Advocates of gay marriage had one more obstacle to overcome. They were making steady, even dramatic, strides, having happened upon some winning sound bites (“Love is love!” “Marriage equality!”). They had pointed out that only a bigot would object to a black man marrying a white woman.
That was once deemed unthinkable and scandalous. And now look! Look how we all agree what an embarrassing remnant of the bad old days that attitude is. Love has conquered all. Oh, it takes a while sometimes, but society eventually comes around to embracing what used to be taboo. It’s the same with gay marriage.
Or so the story goes.
Lots of people accepted this narrative wholeheartedly. Others didn’t, but it hardly mattered, because they weren’t about to say so in public. Some were scared to sound like fundamentalists or prudes. Others, more pragmatic, just feared for their careers.
But a few still weren’t buying it, or even pretending to. This small but stubborn segment of the population kept insisting that whether you’re a man or a woman is central to marriage in a way that race is not. The holdouts weren’t all fundamentalists, either. Some couldn’t get past the sheer biology of the thing. Others persisted in their belief that intentionally depriving children of a mother or a father was a bad idea.
Suddenly, though, we’re in a new stage of the conversation.
We’ve gone from “Why can't a man marry a man?” and “Why can't a woman marry a woman?” to “Who’s to say who counts as a man or a woman anyhow?” and “Isn’t all this excessively ‘binary’ discourse missing the point?”
The argument used to be that the distinction between males and females was irrelevant, because it was less important than the love between (presumably) two people. But now it’s not about males and females anymore. It’s about gender identity.
The thing about gender identity, though, is that it’s practically unknowable. It’s fluid, tricky to pin down. Your may have the physical appearance, the genetics, and the psychological identity of a woman.That’s one possibility on the spectrum. Or you may have just one or two characteristics that "match." You can’t make assumptions based on somebody’s appearance, genetics, or behavior. You might identify as any one of 51 genders, according to Facebook (although there’s a lot of redundancy: I looked up their definitions, and they seems to boil down to male, female, sort-of-neither, sort-of-both, and formerly-one-but-now-the-other).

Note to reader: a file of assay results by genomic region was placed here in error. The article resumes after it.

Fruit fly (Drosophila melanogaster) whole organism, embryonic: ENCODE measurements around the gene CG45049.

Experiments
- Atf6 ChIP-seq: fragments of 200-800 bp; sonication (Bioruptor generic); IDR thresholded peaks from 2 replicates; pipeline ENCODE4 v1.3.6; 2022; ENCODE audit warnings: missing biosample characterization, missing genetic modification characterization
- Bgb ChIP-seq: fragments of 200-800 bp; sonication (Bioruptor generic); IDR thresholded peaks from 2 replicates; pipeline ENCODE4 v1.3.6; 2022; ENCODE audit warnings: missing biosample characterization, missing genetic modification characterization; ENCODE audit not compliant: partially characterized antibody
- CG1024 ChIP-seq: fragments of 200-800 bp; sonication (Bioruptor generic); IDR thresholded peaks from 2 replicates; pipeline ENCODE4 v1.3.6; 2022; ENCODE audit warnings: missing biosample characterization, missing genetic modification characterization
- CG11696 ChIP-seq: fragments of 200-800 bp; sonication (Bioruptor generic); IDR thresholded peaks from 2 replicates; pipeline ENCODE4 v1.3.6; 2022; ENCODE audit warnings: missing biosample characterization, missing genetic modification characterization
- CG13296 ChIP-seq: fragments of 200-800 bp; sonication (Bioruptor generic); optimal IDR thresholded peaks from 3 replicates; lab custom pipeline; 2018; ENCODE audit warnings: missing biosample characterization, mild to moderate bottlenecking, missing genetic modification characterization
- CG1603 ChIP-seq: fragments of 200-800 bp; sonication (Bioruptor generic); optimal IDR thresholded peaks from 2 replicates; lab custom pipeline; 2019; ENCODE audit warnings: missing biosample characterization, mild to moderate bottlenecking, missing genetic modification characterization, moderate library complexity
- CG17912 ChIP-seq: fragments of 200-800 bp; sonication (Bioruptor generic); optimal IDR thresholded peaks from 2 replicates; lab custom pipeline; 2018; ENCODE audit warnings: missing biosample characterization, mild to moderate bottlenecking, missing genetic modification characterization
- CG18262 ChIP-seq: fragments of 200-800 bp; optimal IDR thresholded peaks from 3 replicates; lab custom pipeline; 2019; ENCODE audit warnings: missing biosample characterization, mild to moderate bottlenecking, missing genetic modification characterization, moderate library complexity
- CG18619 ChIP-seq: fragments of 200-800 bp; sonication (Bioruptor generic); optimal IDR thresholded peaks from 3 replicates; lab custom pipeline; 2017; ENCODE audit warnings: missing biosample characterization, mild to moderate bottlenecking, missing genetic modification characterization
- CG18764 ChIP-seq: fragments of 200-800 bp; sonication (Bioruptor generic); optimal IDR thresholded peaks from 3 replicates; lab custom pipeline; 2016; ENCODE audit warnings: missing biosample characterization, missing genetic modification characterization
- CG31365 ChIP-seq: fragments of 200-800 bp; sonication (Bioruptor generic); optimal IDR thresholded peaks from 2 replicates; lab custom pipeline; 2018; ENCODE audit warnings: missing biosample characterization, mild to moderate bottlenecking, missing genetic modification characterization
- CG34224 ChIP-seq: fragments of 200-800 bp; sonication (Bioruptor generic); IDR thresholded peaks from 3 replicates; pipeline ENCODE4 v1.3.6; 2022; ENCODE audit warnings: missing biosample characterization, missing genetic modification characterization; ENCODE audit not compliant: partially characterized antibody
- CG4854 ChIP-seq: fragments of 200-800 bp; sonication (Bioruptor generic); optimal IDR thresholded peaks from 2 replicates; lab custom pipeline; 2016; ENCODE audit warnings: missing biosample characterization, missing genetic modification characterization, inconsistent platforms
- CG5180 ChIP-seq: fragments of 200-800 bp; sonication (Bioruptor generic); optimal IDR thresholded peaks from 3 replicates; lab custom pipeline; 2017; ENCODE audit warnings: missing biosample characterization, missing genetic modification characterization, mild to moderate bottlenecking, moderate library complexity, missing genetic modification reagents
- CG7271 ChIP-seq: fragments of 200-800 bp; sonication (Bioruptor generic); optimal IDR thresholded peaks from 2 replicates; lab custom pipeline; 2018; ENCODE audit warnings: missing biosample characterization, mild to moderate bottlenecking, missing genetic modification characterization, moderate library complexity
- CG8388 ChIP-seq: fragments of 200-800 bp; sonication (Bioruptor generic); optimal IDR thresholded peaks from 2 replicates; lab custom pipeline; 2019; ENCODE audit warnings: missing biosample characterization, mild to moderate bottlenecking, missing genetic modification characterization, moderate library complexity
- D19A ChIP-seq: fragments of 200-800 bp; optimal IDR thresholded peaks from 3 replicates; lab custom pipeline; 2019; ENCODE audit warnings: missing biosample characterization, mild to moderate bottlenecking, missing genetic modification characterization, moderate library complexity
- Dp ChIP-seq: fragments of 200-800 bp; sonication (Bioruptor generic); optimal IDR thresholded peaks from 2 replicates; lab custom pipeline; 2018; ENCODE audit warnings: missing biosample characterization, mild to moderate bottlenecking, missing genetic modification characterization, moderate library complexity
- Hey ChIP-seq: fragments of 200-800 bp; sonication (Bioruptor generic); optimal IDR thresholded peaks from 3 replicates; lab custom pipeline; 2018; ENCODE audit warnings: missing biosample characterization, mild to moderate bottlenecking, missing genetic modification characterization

It would be hard to exaggerate this mainstreaming of gender confusion. The view that the difference between men and women, as the saying goes, consists of a few anatomical details “that only matter on special occasions”--that's old-fashioned. Our children, along with the rest of us, are being earnestly assured that being a man or a woman is something that can be altered with surgery, hormones, and voice training. That those extremely rare cases of people with ambiguous anatomy, or ambiguous chromosomes, are kind of unusual, maybe, but just one more place to be on the gender spectrum. And cases of gender dysphoria—a man feeling trapped in a woman’s body, or vice versa (also very rare)—can be solved by “transitioning.” That gender is a mystery, to be puzzled out by weighing genetics, appearance, desire, perceived identity, and so on.
I'm all for avoiding reductionism, labeling, and false dichotomies. Sometimes it feels like that's all I write about. And I'm all for listening to people's own accounts of who they experience themselves to be. It's way too easy to assume you know them better than they know themselves, to label them as enemy or ally--or to exploit them by treating them as Exhibit A in some point you're trying to make. It's not open conversation that's the problem.
What I'm talking about is the propaganda, the slow-building impression that maybe very few of us are simply men or women, and that calling someone "he" or "she" makes it so.
I can't think of a better description of all this than what Rabbi Guilles Bernheim calls "the irreversible scrambling of sexual identity." You can read my posts on his very perceptive work here and here, and you can read his own words in full here.
There's a good case to be make for "male and female He created them." But not until we get past a lot of manufactured perplexity.